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Academic safeguards future of bees

Posted on 28/05/2012

Dr Mark Brown examines the bees in quarantine

Dr Mark Brown from the School of Biological Sciences at Royal Holloway, University of London has been instrumental in the run-up to today’s re-launch of the Bombus subterraneus – otherwise known as the short-haired bumblebee - nearly a quarter of a century after the bee was last seen in the UK.

The queen bees were released at the RSPB’s Dungeness reserve in Kent this morning (May 28) and will be closely monitored to see how they take to their new surroundings and over the summer months surveys will be carried out to determine bee numbers and to see if they are exploring beyond the release site.

With close cooperation from bee experts and the Skåne County Administrative Board in Sweden, queen bees were collected from meadows in Sweden earlier this month, and then quarantined at a Royal Holloway laboratory two weeks prior to today’s release.

The bees came over from Sweden in a sealed container and before being placed into quarantine underwent a clinical examination by Dr Brown. The academic looked for signs of external damage or unusual structures or bulges in the bees and a sample of the bees feces was also analysed under the microscope to check for micro parasites.

Dr Brown said: “The screening and quarantine process was essential, both to protect the bees coming in from being exposed to anything in our environment but also to ensure only healthy bees and no foreign parasites would be re-introduced to the UK which could affect our native wildlife and existing bee population.”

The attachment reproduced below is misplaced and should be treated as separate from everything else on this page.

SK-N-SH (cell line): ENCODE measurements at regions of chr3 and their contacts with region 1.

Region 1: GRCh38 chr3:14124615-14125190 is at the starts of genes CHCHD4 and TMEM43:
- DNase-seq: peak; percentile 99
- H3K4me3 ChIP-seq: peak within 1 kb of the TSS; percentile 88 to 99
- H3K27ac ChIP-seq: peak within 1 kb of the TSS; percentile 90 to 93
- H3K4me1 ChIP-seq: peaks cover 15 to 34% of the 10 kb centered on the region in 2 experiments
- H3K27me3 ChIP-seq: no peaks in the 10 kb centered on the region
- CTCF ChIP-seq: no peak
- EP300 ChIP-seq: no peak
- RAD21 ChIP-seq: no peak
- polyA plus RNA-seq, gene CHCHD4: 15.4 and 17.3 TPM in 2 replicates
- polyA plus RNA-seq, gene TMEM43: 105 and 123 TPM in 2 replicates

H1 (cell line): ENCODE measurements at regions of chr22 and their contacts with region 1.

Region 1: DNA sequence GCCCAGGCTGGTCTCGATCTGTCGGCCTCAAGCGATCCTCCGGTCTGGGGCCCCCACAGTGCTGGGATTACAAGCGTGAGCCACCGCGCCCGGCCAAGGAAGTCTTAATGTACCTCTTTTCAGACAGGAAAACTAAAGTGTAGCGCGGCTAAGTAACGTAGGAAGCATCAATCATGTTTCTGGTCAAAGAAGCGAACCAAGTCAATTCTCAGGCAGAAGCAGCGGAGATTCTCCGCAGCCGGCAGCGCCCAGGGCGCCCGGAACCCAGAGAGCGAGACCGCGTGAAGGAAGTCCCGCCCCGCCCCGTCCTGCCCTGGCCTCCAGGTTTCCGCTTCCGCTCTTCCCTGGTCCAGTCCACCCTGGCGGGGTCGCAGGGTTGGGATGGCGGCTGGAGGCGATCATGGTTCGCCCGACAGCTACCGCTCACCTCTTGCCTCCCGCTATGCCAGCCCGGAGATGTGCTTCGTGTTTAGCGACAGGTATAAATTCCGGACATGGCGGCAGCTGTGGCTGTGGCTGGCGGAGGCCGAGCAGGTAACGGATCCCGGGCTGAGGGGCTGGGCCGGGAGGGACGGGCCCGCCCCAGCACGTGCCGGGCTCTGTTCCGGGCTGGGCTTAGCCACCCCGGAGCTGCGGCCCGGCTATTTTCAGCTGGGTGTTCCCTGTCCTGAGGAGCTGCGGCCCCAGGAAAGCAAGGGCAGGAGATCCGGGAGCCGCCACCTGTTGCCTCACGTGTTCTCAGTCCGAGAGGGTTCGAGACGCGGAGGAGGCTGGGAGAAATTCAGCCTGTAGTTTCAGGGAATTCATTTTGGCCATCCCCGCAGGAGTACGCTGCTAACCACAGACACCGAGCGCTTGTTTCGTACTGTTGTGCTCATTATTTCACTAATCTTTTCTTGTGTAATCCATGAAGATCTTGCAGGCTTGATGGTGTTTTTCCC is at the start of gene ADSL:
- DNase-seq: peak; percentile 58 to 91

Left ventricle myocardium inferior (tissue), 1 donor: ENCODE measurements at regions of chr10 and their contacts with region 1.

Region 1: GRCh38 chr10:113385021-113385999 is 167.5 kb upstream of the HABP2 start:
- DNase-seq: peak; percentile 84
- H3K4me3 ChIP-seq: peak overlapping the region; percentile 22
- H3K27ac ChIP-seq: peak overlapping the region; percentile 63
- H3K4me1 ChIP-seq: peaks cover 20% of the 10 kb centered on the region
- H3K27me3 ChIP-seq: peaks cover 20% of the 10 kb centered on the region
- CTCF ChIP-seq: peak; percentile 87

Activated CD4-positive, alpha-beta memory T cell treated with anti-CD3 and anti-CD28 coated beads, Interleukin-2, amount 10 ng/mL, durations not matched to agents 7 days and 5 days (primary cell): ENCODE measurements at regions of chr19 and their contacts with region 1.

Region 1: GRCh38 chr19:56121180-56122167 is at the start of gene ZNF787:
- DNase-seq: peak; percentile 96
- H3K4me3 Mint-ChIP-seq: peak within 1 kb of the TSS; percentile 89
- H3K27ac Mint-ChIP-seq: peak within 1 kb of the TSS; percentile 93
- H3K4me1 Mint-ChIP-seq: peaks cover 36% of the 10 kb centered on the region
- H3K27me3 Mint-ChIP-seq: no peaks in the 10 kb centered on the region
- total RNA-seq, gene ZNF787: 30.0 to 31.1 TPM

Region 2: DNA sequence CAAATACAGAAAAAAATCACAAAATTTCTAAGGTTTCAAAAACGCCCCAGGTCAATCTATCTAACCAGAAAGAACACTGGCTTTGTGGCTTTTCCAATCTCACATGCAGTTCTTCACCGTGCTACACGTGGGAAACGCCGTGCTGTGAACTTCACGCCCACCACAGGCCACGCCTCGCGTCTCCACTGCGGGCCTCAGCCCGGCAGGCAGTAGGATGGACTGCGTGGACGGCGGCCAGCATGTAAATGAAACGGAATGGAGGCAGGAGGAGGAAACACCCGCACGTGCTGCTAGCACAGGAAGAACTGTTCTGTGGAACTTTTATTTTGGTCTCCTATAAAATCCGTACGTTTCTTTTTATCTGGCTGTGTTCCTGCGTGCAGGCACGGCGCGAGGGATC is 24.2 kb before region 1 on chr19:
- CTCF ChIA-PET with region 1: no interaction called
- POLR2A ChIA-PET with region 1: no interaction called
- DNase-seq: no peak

He added: “It is so fantastic to be involved in such a worthwhile project. It is very rewarding to be able to use my understanding of host parasite systems to contribute to such a positive conservation project.”

The short-haired bumblebee is one of 27 bumblebee species native to the UK. It was formerly widespread in south-eastern England and could be found as far as Yorkshire and Cornwall. Numbers fell during the twentieth century and by the 1980s it was restricted to Dungeness and the Romney Marshes in Kent. It was last seen in Britain in 1988.

The project, backed by Royal Holloway, Natural England, the RSPB, the Bumblebee Conservation Trust and Hymettus, hinges on the creation of healthy bumblebee habitat by local farmers. Using Environmental Stewardship funding, farmers in Dungeness have been preparing for the bees’ homecoming by growing flower-rich borders and meadows essential for a range of nectar feeding insects from bumblebees to butterflies.




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